SR: The big break? I would say it was my first gaffer job working on a low-budget movie called Love God produced by Good Machine. My second big break was my first $20M+ studio movie called Nanny Diaries starring Scarlet Johannsen and Chris Evans. The cinematographer for both was Terry Stacey. It was also one of the first movies shot at Steiner Studios in Brooklyn. So in a way, it felt like the beginning of a new era for me and also for New York film production.


CTI: What was one of your favorite television series to work on?

SR: I worked on some TV shows, including Royal Pains on the USA Network, which was based at Broadway Stages in Greenpoint Brooklyn, and shot on location mostly on the north shore of Long Island. The DP on the show was my friend, Joe Collins, with whom I’d worked on Nanny Diaries. It was his first full TV Series as DP and we were both excited to be able to make the show as unashamedly sunny, pretty, and generally positive as we could. It was a wonderful experience. We had one particularly difficult lighting assignment with a studio set that had an interior that led out to an exterior patio. We learned a lot about what we could and could not get away with in terms of faking daylight. We shot the show from the Spring through the end of Summer. We also traveled to some distant, beautiful, and sunny destinations to extend the look of the Summer season.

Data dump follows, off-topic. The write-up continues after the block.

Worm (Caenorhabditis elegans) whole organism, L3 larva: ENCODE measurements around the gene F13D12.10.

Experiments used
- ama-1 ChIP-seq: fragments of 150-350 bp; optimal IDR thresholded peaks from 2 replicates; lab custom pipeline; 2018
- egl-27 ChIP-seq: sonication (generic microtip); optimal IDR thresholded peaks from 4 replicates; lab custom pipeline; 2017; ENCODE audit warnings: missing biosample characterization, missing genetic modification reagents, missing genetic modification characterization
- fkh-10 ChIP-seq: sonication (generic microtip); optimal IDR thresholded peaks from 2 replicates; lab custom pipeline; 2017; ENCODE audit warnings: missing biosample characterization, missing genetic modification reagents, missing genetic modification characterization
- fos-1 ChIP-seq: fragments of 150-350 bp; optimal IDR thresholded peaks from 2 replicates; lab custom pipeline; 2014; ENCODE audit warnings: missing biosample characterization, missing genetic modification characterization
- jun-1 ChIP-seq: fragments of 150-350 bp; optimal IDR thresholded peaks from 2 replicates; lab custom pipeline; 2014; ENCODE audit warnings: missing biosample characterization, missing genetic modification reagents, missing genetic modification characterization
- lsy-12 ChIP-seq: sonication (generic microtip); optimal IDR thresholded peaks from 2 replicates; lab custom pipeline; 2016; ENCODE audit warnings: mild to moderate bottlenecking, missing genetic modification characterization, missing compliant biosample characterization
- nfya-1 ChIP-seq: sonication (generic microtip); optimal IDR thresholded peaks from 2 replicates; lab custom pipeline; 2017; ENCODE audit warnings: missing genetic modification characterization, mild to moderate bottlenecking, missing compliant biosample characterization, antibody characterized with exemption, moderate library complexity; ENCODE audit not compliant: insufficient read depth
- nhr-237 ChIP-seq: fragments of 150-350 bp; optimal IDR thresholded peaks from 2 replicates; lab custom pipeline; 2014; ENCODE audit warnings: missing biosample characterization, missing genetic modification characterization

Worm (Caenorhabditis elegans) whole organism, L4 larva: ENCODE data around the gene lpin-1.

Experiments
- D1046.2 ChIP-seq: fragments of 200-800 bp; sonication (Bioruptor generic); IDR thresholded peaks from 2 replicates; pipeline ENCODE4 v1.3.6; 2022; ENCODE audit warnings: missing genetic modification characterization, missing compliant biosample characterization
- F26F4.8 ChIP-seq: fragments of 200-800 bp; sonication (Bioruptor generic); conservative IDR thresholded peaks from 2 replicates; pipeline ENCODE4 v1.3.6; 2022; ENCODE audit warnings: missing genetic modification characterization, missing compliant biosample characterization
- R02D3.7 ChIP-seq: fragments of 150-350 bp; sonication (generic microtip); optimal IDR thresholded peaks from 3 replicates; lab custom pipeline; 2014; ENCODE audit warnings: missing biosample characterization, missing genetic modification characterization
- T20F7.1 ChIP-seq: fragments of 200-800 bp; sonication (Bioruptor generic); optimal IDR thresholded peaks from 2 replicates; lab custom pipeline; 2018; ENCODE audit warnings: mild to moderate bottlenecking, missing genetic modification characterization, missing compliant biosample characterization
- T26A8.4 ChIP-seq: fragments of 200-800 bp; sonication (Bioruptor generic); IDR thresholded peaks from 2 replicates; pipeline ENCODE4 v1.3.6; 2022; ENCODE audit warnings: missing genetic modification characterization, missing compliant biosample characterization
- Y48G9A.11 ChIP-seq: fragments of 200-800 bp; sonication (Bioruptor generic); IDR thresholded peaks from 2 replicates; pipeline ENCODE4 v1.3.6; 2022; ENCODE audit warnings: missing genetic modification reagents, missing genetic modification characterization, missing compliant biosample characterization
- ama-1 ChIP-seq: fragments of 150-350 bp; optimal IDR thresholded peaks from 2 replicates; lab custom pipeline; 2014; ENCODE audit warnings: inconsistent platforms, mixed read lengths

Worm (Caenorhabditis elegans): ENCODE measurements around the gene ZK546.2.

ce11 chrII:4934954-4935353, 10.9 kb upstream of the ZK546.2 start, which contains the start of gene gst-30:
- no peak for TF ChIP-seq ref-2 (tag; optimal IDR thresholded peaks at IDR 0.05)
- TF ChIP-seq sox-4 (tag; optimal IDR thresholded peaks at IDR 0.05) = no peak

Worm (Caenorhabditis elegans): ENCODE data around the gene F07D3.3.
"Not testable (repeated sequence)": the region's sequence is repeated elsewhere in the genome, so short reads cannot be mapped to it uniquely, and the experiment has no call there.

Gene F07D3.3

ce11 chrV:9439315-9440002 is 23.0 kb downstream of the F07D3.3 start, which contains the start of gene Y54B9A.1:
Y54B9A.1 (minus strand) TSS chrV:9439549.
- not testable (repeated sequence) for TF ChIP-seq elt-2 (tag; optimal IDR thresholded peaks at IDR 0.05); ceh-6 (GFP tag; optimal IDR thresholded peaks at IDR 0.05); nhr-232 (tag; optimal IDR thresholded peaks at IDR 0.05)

CTI: What were some of your favorite films to work on, and how do you balance them with other work?

SR: My other jobs around that time included a lot of all-night movies, that were darker. I learned a lot working as a 
gaffer for Caleb Deschanel on Winter’s Tale, which starred Colin Farrell, Jessica Brown Findlay, and Russell Crowe. It

was all winter, all cold, and shooting took place before and after the impact of Tropical Storm Sandy. It was easily one of the most challenging production experiences I’ve ever had. 

I was as happy as ever to return to Royal Pains for the summer after that! However, I would not have been offered the opportunity to work on other feature films if I had not been able to fit features like this into my schedule alongside the TV work.